The context of the quote is he was upset that a guy who was involved with a company that was involved with one of the largest Medicare and Medicaid fraud scandals in history wasn’t in jail.  Legit bitch, but even in that context, does it excuse the language? I mean if you want to be internally consistent and all.

The left? Crickets.

And in the realm of inciteful and violent rhetoric, it kinda makes the Palin cross-hairs map seem, oh, I don’t know, silly in comparison, doesn’t it?

So?  So the left remains peerless in the rhetoric realm and are also adding to their lead in the “deceitful claims” department as well.

~McQ

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College students not being taught critical thinking skills–does that surprise you?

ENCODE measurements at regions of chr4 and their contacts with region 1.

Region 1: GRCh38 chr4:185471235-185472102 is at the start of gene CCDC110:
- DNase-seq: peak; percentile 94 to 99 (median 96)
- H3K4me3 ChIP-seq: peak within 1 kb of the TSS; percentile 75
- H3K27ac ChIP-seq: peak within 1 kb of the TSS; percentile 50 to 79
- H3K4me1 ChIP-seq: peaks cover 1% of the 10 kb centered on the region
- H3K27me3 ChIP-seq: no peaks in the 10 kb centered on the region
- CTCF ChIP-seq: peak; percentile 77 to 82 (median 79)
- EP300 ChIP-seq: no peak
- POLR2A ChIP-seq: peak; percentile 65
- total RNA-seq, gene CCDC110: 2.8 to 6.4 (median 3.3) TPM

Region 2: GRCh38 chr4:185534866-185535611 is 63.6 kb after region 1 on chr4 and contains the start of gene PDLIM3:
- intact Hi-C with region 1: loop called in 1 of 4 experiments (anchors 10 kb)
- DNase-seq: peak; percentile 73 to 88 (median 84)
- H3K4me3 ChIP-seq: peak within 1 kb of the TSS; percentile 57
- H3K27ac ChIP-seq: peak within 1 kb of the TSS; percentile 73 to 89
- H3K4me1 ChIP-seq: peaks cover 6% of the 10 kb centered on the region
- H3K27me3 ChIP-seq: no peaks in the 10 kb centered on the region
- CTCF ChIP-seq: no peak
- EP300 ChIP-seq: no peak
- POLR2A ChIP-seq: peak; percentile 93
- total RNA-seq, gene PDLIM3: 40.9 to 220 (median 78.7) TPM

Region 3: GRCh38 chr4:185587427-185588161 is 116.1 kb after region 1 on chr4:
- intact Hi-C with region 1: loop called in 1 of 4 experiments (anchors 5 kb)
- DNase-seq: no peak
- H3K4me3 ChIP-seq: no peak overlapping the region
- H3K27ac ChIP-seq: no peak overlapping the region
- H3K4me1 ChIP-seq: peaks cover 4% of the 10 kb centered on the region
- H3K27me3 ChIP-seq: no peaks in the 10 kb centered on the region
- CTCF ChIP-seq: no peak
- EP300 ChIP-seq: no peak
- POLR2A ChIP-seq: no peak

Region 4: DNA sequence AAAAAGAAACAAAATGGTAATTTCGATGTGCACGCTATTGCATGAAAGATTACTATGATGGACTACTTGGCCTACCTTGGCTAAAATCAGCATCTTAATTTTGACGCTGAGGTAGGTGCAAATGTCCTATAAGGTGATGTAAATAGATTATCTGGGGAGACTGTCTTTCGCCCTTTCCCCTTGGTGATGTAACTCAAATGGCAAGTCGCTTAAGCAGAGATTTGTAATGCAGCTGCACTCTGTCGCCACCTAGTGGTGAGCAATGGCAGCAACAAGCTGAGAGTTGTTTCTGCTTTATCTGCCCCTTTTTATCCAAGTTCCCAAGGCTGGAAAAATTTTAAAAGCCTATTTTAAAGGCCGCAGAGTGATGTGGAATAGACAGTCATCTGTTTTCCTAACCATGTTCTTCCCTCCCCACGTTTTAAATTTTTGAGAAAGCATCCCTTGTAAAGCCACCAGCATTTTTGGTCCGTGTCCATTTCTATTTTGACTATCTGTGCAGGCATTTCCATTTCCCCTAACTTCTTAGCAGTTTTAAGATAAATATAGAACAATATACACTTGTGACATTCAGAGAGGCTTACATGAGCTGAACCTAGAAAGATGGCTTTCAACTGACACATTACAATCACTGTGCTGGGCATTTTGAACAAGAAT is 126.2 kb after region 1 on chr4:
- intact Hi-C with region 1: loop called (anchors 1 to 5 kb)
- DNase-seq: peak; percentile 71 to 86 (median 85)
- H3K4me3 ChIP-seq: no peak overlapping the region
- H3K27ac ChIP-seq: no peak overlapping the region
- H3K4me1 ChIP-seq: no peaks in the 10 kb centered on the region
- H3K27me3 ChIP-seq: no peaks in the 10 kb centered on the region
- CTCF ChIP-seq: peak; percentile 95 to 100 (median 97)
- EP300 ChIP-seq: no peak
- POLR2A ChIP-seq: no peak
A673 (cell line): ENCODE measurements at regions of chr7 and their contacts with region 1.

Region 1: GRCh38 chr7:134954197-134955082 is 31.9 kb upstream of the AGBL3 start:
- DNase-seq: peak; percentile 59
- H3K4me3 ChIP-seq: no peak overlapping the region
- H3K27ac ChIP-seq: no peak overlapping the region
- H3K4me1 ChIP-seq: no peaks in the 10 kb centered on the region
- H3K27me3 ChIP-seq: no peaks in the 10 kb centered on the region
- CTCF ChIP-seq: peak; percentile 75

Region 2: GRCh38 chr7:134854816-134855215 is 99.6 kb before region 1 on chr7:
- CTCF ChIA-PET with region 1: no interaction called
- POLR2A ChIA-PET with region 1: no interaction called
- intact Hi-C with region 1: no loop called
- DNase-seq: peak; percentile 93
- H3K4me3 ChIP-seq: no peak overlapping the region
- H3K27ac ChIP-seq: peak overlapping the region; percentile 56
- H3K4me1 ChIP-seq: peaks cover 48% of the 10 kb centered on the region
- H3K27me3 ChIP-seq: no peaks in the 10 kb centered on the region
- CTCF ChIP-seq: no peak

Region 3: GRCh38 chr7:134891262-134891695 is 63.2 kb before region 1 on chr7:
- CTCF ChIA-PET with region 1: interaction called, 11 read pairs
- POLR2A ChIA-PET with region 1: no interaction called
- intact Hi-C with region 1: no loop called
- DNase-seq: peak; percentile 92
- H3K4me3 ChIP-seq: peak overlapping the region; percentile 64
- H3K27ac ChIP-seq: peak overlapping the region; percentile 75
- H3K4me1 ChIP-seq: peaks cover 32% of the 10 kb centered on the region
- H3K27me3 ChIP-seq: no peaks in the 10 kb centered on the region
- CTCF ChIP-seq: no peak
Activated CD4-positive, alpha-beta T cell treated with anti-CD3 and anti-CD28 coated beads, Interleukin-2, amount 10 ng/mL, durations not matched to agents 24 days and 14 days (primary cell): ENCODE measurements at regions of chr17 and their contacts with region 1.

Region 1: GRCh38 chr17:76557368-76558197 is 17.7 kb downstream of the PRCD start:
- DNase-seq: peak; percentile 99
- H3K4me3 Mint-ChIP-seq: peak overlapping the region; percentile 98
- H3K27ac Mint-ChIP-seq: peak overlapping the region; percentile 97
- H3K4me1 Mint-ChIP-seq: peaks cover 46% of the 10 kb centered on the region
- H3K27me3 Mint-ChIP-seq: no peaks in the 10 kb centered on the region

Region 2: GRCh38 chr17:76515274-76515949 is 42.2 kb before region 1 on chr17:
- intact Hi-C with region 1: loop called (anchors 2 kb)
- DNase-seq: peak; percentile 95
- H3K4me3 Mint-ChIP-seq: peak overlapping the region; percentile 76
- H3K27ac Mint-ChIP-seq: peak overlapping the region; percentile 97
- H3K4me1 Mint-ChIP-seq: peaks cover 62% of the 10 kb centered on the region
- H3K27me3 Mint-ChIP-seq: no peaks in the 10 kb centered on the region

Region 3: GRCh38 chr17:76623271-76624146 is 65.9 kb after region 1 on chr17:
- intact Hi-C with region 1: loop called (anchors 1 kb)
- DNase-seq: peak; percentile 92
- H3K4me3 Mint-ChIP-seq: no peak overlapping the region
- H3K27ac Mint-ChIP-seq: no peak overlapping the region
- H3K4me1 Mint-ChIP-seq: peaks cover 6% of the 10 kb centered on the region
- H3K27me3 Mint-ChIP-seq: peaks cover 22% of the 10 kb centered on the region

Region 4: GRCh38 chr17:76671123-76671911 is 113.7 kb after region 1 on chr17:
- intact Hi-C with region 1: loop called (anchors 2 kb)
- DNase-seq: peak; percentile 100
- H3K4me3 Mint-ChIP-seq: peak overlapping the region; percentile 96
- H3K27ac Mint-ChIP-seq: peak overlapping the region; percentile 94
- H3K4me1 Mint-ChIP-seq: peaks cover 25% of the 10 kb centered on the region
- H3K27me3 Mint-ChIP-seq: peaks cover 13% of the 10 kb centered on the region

A recently published study has found that many college and university students aren’t taught critical thinking skills while enrolled in their course of study. The study "followed 2,322 traditional-age students from the fall of 2005 to the spring of 2009 and examined testing data and student surveys at a broad range of 24 U.S. colleges and universities, from the highly selective to the less selective."

What they found was that about 45% of those students showed no significant improvement in their critical thinking skills during the first two years of enrollment.  After 4 years, 35% showed no significant improvement.

The study is unique in that it is the first time a group of students was followed through their college careers to determine if they learned specific skills.  As might be expected, academia is not at all pleased with the results.